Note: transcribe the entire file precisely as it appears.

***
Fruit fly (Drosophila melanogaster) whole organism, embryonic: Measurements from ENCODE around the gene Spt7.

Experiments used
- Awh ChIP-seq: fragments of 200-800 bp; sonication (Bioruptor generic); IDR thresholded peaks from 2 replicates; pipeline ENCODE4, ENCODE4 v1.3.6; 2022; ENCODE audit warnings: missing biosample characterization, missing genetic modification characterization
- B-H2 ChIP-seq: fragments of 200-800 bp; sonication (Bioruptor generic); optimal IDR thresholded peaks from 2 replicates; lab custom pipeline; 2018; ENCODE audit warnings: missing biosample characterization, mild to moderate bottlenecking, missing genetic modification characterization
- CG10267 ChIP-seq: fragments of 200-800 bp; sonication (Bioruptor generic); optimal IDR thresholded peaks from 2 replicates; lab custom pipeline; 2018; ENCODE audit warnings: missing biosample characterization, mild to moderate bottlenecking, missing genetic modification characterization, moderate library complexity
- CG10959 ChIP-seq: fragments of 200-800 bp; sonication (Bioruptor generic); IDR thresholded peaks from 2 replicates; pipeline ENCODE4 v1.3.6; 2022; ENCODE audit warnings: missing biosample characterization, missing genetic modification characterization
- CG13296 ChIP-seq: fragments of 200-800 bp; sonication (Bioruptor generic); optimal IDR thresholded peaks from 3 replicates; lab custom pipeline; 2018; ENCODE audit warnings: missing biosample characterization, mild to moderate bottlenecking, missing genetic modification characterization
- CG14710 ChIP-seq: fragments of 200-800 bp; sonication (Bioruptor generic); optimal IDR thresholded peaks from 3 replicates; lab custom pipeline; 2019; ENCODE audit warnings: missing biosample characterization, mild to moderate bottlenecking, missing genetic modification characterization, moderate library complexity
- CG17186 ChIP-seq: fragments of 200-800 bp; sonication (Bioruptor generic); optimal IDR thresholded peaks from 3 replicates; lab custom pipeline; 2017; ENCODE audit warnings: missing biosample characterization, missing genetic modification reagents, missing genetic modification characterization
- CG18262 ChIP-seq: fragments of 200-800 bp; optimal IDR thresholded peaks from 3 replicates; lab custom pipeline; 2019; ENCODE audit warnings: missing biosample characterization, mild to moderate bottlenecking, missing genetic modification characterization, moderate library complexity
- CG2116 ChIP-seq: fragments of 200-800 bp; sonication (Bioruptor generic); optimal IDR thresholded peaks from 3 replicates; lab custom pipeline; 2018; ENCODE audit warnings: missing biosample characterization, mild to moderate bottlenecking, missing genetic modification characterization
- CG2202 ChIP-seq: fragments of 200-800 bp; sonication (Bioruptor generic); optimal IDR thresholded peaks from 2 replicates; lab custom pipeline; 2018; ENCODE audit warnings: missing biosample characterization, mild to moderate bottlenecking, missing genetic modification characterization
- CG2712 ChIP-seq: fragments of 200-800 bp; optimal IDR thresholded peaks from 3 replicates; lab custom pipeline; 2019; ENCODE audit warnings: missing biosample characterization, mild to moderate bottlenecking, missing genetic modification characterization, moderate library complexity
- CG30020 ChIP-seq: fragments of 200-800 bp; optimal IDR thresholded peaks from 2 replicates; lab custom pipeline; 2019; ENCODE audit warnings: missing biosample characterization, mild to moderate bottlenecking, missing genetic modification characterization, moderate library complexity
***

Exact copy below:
Fruit fly (Drosophila melanogaster) whole organism, embryonic: Measurements from ENCODE around the gene Spt7.

Experiments used
- Awh ChIP-seq: fragments of 200-800 bp; sonication (Bioruptor generic); IDR thresholded peaks from 2 replicates; pipeline ENCODE4, ENCODE4 v1.3.6; 2022; ENCODE audit warnings: missing biosample characterization, missing genetic modification characterization
- B-H2 ChIP-seq: fragments of 200-800 bp; sonication (Bioruptor generic); optimal IDR thresholded peaks from 2 replicates; lab custom pipeline; 2018; ENCODE audit warnings: missing biosample characterization, mild to moderate bottlenecking, missing genetic modification characterization
- CG10267 ChIP-seq: fragments of 200-800 bp; sonication (Bioruptor generic); optimal IDR thresholded peaks from 2 replicates; lab custom pipeline; 2018; ENCODE audit warnings: missing biosample characterization, mild to moderate bottlenecking, missing genetic modification characterization, moderate library complexity
- CG10959 ChIP-seq: fragments of 200-800 bp; sonication (Bioruptor generic); IDR thresholded peaks from 2 replicates; pipeline ENCODE4 v1.3.6; 2022; ENCODE audit warnings: missing biosample characterization, missing genetic modification characterization
- CG13296 ChIP-seq: fragments of 200-800 bp; sonication (Bioruptor generic); optimal IDR thresholded peaks from 3 replicates; lab custom pipeline; 2018; ENCODE audit warnings: missing biosample characterization, mild to moderate bottlenecking, missing genetic modification characterization
- CG14710 ChIP-seq: fragments of 200-800 bp; sonication (Bioruptor generic); optimal IDR thresholded peaks from 3 replicates; lab custom pipeline; 2019; ENCODE audit warnings: missing biosample characterization, mild to moderate bottlenecking, missing genetic modification characterization, moderate library complexity
- CG17186 ChIP-seq: fragments of 200-800 bp; sonication (Bioruptor generic); optimal IDR thresholded peaks from 3 replicates; lab custom pipeline; 2017; ENCODE audit warnings: missing biosample characterization, missing genetic modification reagents, missing genetic modification characterization
- CG18262 ChIP-seq: fragments of 200-800 bp; optimal IDR thresholded peaks from 3 replicates; lab custom pipeline; 2019; ENCODE audit warnings: missing biosample characterization, mild to moderate bottlenecking, missing genetic modification characterization, moderate library complexity
- CG2116 ChIP-seq: fragments of 200-800 bp; sonication (Bioruptor generic); optimal IDR thresholded peaks from 3 replicates; lab custom pipeline; 2018; ENCODE audit warnings: missing biosample characterization, mild to moderate bottlenecking, missing genetic modification characterization
- CG2202 ChIP-seq: fragments of 200-800 bp; sonication (Bioruptor generic); optimal IDR thresholded peaks from 2 replicates; lab custom pipeline; 2018; ENCODE audit warnings: missing biosample characterization, mild to moderate bottlenecking, missing genetic modification characterization
- CG2712 ChIP-seq: fragments of 200-800 bp; optimal IDR thresholded peaks from 3 replicates; lab custom pipeline; 2019; ENCODE audit warnings: missing biosample characterization, mild to moderate bottlenecking, missing genetic modification characterization, moderate library complexity
- CG30020 ChIP-seq: fragments of 200-800 bp; optimal IDR thresholded peaks from 2 replicates; lab custom pipeline; 2019; ENCODE audit warnings: missing biosample characterization, mild to moderate bottlenecking, missing genetic modification characterization, moderate library complexity